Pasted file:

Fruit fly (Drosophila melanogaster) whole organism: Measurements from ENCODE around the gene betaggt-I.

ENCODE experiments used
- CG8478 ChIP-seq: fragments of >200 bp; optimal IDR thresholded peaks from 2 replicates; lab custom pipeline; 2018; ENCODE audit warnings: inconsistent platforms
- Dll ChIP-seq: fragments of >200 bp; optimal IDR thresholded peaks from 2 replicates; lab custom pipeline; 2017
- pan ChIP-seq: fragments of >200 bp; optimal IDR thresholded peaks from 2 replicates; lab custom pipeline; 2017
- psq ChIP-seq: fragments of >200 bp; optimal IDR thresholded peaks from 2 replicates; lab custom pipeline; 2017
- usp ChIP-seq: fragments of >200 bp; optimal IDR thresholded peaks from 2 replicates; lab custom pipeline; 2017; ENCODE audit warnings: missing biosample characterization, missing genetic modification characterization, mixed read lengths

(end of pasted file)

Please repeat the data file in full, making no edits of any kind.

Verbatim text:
Fruit fly (Drosophila melanogaster) whole organism: Measurements from ENCODE around the gene betaggt-I.

ENCODE experiments used
- CG8478 ChIP-seq: fragments of >200 bp; optimal IDR thresholded peaks from 2 replicates; lab custom pipeline; 2018; ENCODE audit warnings: inconsistent platforms
- Dll ChIP-seq: fragments of >200 bp; optimal IDR thresholded peaks from 2 replicates; lab custom pipeline; 2017
- pan ChIP-seq: fragments of >200 bp; optimal IDR thresholded peaks from 2 replicates; lab custom pipeline; 2017
- psq ChIP-seq: fragments of >200 bp; optimal IDR thresholded peaks from 2 replicates; lab custom pipeline; 2017
- usp ChIP-seq: fragments of >200 bp; optimal IDR thresholded peaks from 2 replicates; lab custom pipeline; 2017; ENCODE audit warnings: missing biosample characterization, missing genetic modification characterization, mixed read lengths